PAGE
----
Underground Radio Tests on the Nene Valley
This report has been compiled by John Rabson, with
additional contributions from Rob Gill, Chris Trayner and Roger
Tests were conducted in a railway tunnel to establish the
best frequencies for radio communications. Best results were obtained
at UHF, next best being an LF induction/earth current system. VHF was
of somewhat marginal performance, and mobile telephones did not work
any useful distance into the tunnel.
Caves are not the only holes we find in the ground. There
are railway tunnels in many parts of the British Isles. We do not
usually venture into these but in an emergency RAYNET or similar
organisations might be asked to provide communications in and from
them. It is a good idea to do our homework beforehand. Enquiries about
previous work revealed that one or two things had been tried but not
written up. Some years ago tests were done in a mile-long tunnel on
BR's West Coast Main Line. UHF was effective but VHF was not. Some
tunnel tests were also done in Essex a few years ago with similar
findings, but no report seemed to have been published. We felt is was
time to stop theorising, find a tunnel and do some experiments.
Unfortunately, it is not easy to get permission to use
railway tunnels since many of them are regularly used: the light at the
end of the tunnel tends to indicate an approaching train rather than a
breakthrough! I sought advice from railway enthusiasts and ended up
arranging to use Wansford Tunnel on the privately owned and run Nene
Valley Railway in Cambridgeshire, on Monday 9th February 1998 with
Chris Trayner, Rob Gill and Roger Goodchild.
Wansford Tunnel is 550m long and straight, 7m high and 7.5m
wide. It runs through oolitic limestone and is lined with Victorian
brick. It contains two standard gauge railway tracks, one of which runs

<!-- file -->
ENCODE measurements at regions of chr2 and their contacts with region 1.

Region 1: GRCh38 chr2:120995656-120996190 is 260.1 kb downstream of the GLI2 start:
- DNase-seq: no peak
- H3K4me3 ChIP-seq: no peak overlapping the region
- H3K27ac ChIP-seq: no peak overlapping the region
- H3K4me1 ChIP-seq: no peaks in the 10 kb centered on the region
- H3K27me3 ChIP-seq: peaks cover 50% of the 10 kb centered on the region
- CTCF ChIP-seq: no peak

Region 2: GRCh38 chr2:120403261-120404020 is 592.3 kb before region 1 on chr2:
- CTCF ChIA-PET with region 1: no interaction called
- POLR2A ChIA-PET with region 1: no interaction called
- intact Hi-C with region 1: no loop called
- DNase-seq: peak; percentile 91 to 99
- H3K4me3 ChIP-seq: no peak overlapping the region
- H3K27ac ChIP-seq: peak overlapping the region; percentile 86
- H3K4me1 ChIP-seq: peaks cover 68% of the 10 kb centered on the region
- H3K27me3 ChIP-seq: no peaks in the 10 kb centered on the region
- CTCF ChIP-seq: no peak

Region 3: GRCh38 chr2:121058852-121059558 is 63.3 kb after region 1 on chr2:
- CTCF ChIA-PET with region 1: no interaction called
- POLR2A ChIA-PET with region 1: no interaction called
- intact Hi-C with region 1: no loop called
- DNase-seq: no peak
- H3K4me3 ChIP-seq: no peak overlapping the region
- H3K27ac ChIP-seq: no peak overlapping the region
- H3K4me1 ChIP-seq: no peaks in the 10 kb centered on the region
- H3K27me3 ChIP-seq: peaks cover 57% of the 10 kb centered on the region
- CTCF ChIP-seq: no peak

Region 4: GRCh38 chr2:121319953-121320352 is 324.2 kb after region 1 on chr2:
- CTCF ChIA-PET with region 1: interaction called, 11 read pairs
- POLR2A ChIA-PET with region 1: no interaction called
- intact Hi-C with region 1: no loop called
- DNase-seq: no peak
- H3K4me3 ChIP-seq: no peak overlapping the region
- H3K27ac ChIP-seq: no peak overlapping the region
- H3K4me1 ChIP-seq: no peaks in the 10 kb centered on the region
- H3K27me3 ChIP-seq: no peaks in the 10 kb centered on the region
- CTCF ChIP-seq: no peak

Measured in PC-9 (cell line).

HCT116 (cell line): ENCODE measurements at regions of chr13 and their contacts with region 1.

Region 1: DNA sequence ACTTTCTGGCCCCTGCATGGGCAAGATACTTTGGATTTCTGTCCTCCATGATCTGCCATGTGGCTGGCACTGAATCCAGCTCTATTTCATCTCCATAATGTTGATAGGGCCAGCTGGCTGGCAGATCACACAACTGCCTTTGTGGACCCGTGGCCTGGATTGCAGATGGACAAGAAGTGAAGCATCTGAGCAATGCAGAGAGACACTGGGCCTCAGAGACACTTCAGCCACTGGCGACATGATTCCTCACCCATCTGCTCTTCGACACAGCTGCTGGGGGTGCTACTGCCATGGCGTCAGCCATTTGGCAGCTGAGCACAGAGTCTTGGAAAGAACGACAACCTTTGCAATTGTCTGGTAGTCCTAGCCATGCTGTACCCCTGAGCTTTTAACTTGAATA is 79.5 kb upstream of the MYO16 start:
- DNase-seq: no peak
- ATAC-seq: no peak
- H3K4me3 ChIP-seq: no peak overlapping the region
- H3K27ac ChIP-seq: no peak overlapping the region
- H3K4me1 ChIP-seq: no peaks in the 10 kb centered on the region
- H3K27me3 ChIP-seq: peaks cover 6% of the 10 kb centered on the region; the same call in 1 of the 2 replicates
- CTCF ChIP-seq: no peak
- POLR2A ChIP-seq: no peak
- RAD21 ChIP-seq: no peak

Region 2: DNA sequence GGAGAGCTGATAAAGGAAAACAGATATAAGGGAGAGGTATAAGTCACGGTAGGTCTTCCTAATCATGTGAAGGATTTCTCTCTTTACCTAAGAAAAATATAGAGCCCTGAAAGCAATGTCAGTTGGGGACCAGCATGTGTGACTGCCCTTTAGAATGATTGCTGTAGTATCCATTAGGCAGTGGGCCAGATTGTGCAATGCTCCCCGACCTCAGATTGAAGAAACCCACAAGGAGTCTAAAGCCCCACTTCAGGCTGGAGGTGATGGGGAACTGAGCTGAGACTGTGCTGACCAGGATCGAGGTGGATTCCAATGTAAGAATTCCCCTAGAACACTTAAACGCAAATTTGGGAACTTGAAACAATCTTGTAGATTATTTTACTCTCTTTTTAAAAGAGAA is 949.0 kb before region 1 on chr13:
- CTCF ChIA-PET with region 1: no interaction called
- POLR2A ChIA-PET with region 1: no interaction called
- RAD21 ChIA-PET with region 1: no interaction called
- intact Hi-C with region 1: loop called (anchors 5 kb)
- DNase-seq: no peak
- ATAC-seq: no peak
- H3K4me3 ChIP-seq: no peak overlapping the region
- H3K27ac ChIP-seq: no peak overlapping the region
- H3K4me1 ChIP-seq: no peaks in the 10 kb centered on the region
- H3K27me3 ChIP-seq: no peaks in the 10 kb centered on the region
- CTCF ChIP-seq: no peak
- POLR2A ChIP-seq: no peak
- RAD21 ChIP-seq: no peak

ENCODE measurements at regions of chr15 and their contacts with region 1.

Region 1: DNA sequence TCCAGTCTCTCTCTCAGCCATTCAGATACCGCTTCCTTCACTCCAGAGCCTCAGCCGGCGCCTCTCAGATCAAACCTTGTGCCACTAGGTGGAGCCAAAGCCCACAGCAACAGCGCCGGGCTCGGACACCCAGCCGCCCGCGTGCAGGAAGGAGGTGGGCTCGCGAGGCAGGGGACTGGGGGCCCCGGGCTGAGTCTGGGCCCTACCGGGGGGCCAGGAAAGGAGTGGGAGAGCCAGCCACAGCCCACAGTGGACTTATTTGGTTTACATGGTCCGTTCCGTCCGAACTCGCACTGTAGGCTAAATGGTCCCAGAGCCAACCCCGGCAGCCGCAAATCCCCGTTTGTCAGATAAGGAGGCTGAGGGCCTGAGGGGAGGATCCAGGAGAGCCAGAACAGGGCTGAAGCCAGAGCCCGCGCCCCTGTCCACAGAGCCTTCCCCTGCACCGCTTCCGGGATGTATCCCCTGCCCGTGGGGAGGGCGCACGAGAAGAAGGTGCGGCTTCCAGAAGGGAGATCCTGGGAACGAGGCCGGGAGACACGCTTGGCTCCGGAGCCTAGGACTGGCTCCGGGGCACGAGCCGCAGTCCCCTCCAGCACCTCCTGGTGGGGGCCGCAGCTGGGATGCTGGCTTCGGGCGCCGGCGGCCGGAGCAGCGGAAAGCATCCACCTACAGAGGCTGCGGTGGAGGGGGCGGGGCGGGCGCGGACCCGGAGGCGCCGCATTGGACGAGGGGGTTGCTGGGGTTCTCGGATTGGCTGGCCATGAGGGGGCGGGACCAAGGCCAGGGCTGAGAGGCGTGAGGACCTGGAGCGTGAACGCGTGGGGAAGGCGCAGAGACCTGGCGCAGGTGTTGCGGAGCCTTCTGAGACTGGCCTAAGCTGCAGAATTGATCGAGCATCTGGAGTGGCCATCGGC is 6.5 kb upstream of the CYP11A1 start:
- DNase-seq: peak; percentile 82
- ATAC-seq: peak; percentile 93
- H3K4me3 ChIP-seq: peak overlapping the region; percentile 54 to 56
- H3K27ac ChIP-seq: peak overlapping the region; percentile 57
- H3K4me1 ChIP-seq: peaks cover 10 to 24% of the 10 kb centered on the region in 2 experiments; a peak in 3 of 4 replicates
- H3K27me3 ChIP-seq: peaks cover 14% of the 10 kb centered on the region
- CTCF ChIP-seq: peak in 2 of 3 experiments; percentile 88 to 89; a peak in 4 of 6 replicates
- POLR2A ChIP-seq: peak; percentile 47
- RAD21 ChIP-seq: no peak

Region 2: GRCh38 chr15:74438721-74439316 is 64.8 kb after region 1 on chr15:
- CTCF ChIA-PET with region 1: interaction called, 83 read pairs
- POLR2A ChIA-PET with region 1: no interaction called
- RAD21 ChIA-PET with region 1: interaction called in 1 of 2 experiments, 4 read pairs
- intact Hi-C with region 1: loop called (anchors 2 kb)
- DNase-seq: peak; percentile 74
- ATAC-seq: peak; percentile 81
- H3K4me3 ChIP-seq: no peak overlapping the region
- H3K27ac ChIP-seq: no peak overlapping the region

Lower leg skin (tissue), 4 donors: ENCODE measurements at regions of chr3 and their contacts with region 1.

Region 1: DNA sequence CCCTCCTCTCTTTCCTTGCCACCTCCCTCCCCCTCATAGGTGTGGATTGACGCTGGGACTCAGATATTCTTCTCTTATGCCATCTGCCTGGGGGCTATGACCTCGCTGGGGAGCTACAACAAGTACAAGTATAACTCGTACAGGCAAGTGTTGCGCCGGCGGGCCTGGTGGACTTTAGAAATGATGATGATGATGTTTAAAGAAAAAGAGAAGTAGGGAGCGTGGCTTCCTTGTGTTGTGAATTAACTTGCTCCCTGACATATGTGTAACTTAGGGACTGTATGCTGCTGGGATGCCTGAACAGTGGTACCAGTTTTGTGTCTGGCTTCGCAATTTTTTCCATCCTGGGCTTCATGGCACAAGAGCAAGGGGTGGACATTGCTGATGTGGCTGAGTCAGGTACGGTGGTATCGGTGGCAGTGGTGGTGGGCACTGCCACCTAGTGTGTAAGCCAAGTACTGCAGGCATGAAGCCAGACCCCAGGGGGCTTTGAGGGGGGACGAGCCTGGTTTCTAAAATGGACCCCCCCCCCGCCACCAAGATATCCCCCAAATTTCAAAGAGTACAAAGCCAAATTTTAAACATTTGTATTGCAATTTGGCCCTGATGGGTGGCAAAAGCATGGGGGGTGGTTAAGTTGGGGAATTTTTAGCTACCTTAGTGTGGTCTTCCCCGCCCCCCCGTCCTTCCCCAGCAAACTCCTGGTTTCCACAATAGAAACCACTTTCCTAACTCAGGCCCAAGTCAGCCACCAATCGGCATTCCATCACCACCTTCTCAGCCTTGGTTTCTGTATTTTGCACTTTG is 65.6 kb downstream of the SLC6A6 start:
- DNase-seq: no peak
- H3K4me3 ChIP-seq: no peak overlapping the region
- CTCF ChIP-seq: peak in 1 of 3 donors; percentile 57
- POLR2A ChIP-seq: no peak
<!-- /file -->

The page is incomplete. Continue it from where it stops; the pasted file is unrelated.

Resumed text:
only about 150m into the tunnel and is used in winter to store rolling
stock in the dry. The notional markings on the sleepers, which were
supposedly at intervals of one chain (22 yards or 20m) were not always
accurate. We therefore took our own measurements of distance into the
We tried four different frequency bands: LF, VHF (145MHz)
and UHF (433MHz amateur band) and 934MHz CB2.
On LF we used John Hey's cave radios. These worked well from
one end of the tunnel to the other, using loop aerials. It made no
difference whether the loops were placed between the rails or at the
side of the tunnel, or in the 6 foot space between the two tracks.
We then moved one station to the surface above the point
where the tunnel was at its deepest , about 20m below the surface, and
replaced its loop aerial with an earth current system. This used a 40m
wire lying on the ground and running at right angles to the tunnel,
with a step-up transformer between the transmitter and the earth wire.
(It was not possible to run the wire along the line of the tunnel
because of the layout of the roads). This configuration worked
satisfactorily for a distance of 250m along the tunnel, centred on the
point vertically below the surface station. Reception was noticeably